If we swim with the current rather than against it, we are likely to cover more distance during the time we spend swimming.
That analogy describes the advantage that ARM Holdings (LSE: ARM) enjoys over J Sainsbury (LSE: SBRY) — the strong flow of the booming tech sector carries ARM Holdings along, while J Sainsbury struggles against an outflow in the supermarket sector.
Stacked investor advantages
It’s hard enough to get investing right without adding the disadvantage of investing in a weak and declining sector, such as the supermarket sector now.
One of my investing influences is the controversial Jesse Livermore, who was an active trader during the first decades of the twentieth century. He is controversial as a guru because he made, then lost, his fortune on the stock market several times before ultimately losing, going bust again, and then committing suicide. It’s easy to dismiss him on that record but, actually, he left a lot to teach us.
Jesse Livermore recommended going with the strongest company in the strongest sector, and I think that’s good advice. It’s no accident that I chose ARM Holdings and J Sainsbury to compare. Both firms are the strongest and best firms in their sectors as represented in the FTSE 100, in my opinion. However, one sector is growing and one is declining. Jesse Livermore urged us to stack as many advantages in our favour as possible before investing and, on that point, ARM Holdings wins.
Why the flow has turned against the supermarket sector
The rout in the UK supermarket sector continues at pace in the face of competitive pressures from deep-discounting competition such as Lidl, Aldi and others. It’s more than just that, though. Supermarket customers seem sick of being treated as gullible fools by the big players in the supermarket sector. At least that’s how it feels to me. Now those big supermarket chains face a rebellion from their own previously loyal customers.
One of the main areas of discontent, and now one of the main battlegrounds, is the own-label arena. For decades, the big players have seemingly been committing vast amounts of resource to the art of deception. You know the kind of thing: packaging that tapers from the top down, to apparently give the impression that we are buying more of a food stuff than we actually are; spacing-packaging in place of product, hidden beneath the outer box; outer square or rectangular boxing for apparently no other reason than to hide the pitifully small round product within; lush product ingredient descriptions on the packet for rank-tasting and meagre product constituents in actuality.
The new paradigm
The game is up for the big supermarket chains because the likes of Aldi and Lidl have shown us customers what can be done. Their own-brand stuff leaves us feeling delighted, not deprived. The Aldi and Lidl own-brand stuff reaches a quality level that we didn’t even know possible for the price-point offered and, on top of that, the quantity given for the price often seems around double that of similar products offered by the big supermarket chains.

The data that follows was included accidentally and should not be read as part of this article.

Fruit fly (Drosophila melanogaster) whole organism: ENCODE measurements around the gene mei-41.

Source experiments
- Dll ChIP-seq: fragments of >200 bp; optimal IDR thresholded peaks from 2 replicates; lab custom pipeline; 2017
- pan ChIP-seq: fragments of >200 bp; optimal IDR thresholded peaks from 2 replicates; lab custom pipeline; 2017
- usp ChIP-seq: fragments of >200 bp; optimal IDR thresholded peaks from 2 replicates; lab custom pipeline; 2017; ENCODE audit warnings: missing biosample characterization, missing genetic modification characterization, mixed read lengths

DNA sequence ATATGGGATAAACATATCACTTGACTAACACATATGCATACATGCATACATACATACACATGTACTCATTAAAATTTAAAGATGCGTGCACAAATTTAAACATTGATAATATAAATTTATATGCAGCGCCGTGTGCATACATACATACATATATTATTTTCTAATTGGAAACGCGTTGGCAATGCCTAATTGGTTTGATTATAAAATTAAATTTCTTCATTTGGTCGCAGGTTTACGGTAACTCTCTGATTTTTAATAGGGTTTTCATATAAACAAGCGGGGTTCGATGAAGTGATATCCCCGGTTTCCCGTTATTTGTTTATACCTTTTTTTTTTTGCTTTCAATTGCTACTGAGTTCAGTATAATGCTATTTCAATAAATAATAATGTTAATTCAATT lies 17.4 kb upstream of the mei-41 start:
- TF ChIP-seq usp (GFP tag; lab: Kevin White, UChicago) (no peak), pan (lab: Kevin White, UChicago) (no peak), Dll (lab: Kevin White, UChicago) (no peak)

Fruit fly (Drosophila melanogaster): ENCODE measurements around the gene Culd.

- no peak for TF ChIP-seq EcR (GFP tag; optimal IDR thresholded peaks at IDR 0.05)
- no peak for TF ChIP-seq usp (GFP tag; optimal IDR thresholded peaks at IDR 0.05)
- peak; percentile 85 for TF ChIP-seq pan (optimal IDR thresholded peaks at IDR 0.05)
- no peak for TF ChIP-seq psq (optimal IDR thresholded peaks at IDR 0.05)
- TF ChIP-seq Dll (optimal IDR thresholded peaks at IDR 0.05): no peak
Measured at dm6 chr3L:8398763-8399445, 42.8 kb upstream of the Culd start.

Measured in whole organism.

All the main supermarkets are posting poor trading figures including Sainsbury. Its recent full-year results show underlying sales down 0.9%, like-for-like sales down 1.9%, underlying pre-tax profit down 14.7% and underlying earnings-per-share down 19.5%. That’s grim, but City analysts don’t predict a quick fix, suggesting that next year’s earnings will be down a further 18% followed by a flat performance the year after that. Sainsbury’s chief executive reckons the UK marketplace is changing faster than at any time in the past 30 years, which impacted Sainsbury’s profits, like-for-like sales and market share.
One bright spot in the results is that Sainsbury opened 98 convenience stores during the year and delivered over 16% convenience sales growth. The firm plans to continue to open one to two convenience stores per week. The convenience store format is an area in which it seems Sainsbury can remain competitive. However, future carnage in the big-store arena, because of the new give-more-for-less paradigm, remains unquantifiable, and that makes the firm a very uncertain turnaround proposition.
Then there is ARM Holdings
Last year, ARM Holdings’ revenues from licensing soared 30% year-on-year, and ARM’s customers shipped around $12 billion of chips containing ARM processors, which drove royalty growth. The company enjoys an embedded position in the rapid-digitalisation movement — one of the strongest trends of our generation.
ARM-designed technology enables devices across most of the range of original equipment manufacturers (OEMs), thanks to comprehensive partnering arrangements. ARM designs the chips and the manufacturers build and install, which drives revenues, cash flow and profits from the firm’s licensing and royalty arrangements.
ARM Holdings’ profit-growth record is impressive and City analysts forecast a 74% uplift in earnings-per-share this year followed by a further 20% the year after. Beyond that, multiple growth opportunities seem set to keep the business growing, one of which is expansion in the so-called Internet Of Things.